InsurTech Ohio Spotlight with Erik Ross
Erik Ross is the Head of Mergers and Acquisitions, Venture Capital at Nationwide, a division of insurance and financial services company Nationwide, which seeks to invest in founders and startups that are shaping the future of insurance and financial services. Erik was interviewed by Michael Fiedel, a Managing Director at InsurTech Ohio and Co-Founder at PolicyFly, Inc.
Erik, what market factors in insurance do you follow most closely that guide your perspective on where the economy within our industry is going?
“Given the recession backdrop, market volatility, high inflation, supply chain disruptions from the COVID-19 pandemic, war in Ukraine, climate change, worker shortages slowing but continue, higher wages, rising medical expenses, vehicles are now computers with wheels, etc., we're in a situation unlike any I've experienced in my lifetime, and I'm old enough to remember the 70s oil crisis, Black Monday, the dotcom bubble while in a startup and working at a global bank during the Great Recession. We're really operating in unknown territory with no clear answers. In July, S&P (Standard & Poor) indicated that P&C (Property & Casualty) industry combined ratios could be above 100 for 2022 - that would be the first time since 2017. As an example of the impact of these factors, auto insurer loss costs have dramatically increased in quarter two given the auto industry has been particularly hit hard by both inflation and supply chain challenges (labor costs, part shortages, inflation, etc). Insurers are going to be focusing on expenses in the second half of 2022 given these trends aren’t going away. Similarly, we’re seeing elongated sales cycles in many of our portfolio companies that focus on large enterprises as a target segment, and we expect that trend to continue for the remainder of the year as companies look to shore up expenses with price and premium increases.”
Has the shifting economic climate changed Nationwide’s M&A or venture appetite?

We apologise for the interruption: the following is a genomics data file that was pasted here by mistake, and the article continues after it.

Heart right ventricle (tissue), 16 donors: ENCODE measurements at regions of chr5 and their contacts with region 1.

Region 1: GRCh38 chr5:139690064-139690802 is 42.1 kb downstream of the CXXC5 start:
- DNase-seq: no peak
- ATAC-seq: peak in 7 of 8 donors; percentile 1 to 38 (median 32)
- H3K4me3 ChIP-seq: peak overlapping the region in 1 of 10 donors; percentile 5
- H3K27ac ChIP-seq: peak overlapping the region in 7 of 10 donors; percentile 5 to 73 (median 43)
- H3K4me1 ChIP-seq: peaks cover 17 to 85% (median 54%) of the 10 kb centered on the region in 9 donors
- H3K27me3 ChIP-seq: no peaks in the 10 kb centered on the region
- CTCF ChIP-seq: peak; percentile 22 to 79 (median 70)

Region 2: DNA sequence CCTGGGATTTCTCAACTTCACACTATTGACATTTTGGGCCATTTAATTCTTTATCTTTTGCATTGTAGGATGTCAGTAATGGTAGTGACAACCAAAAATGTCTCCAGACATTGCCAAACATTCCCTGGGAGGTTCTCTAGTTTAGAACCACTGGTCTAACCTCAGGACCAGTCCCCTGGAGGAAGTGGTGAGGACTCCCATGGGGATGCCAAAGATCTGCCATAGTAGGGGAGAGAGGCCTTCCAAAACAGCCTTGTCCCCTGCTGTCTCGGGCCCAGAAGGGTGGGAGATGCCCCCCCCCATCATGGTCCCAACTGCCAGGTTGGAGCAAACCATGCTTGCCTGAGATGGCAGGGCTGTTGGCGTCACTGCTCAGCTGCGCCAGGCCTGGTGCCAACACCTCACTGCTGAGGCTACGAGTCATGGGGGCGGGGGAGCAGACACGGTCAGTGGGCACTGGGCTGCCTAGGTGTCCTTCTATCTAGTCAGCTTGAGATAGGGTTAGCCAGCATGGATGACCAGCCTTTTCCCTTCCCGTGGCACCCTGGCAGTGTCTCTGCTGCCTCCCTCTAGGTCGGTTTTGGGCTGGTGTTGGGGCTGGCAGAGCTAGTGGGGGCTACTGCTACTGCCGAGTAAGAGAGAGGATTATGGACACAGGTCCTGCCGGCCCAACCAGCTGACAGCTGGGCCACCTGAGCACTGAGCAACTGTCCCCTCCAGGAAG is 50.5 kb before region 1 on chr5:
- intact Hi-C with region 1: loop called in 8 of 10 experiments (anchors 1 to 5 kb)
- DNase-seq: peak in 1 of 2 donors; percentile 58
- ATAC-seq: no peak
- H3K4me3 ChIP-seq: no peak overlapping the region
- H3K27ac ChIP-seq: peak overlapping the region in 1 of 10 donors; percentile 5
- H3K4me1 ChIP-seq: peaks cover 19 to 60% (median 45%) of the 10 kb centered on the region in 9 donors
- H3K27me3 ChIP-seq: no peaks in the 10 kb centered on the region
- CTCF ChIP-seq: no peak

“From a venture perspective, the environment hasn’t changed our strategies markedly as we’re on historical deal pace in 2022 in both new and portfolio follow-ons, and we are actively looking to invest in startups related to our thesis areas. We're maintaining discipline, focusing on deal flow in our thematic focus areas. To quote Jerry Nuemann, we’re looking for companies that ‘are solving a problem that causes the customer a lot of pain and that can build the right solution given time and money’ – highly recommend his blog Reaction Wheel by the way. Brian Anderson did a great job outlining our approach in his discussion with you as well.
From a M&A (Mergers and Acquisition) perspective, we continue to look at early-stage tech companies for acquisition opportunities that can provide a unique capability to extend or accelerate one of our business units. This process has essentially turned into a build vs. buy decision process. We consider internal costs, execution risk, time to implement and balance that view against the technology the startup has developed, the talent in the team, the ability to keep the team intact post-transaction and what the company and investors are looking for an exit. We expect to see more and more of these types of situations over the next 12-18 months, like the recently announced LexisNexis Risk Solutions acquisition of Flyreel which looks to be a great outcome for all parties.”
How do you see the economy otherwise affecting startups?
“It's a great question without a simple answer because it depends on the specific company, where they play in the value chain, integration costs, complexity of implementation, stage of the company, where they’re at in the sales cycle and what the ROI (Return on Investment) is for the buyer.
We are seeing late-stage companies that were looking to raise large rounds postpone their raise and instead look to insiders to bridge the company by either extending previous rounds or using convertible notes. Terms have shifted from entrepreneurs to capital, and only some companies have fully digested this market shift. Investors are looking at the neocarrier public comps and are pushing companies on fundamental disciplines and a path to profitability as the private markets have shifted from growth at all costs to growth, gross margin and operating runway. Companies are cutting expenses but nowhere near the extent they were at the beginning of the pandemic. Companies that were considering IPOs (Initial Public Offering) have now postponed the process for 18-36 months given the markdowns in comparables. There’s also an investor education effort broadly to inform potential public investors about operational differences between true software technology companies like Guidewire or those that can enable incumbents vs the disruptive risk capital bearing neocarriers.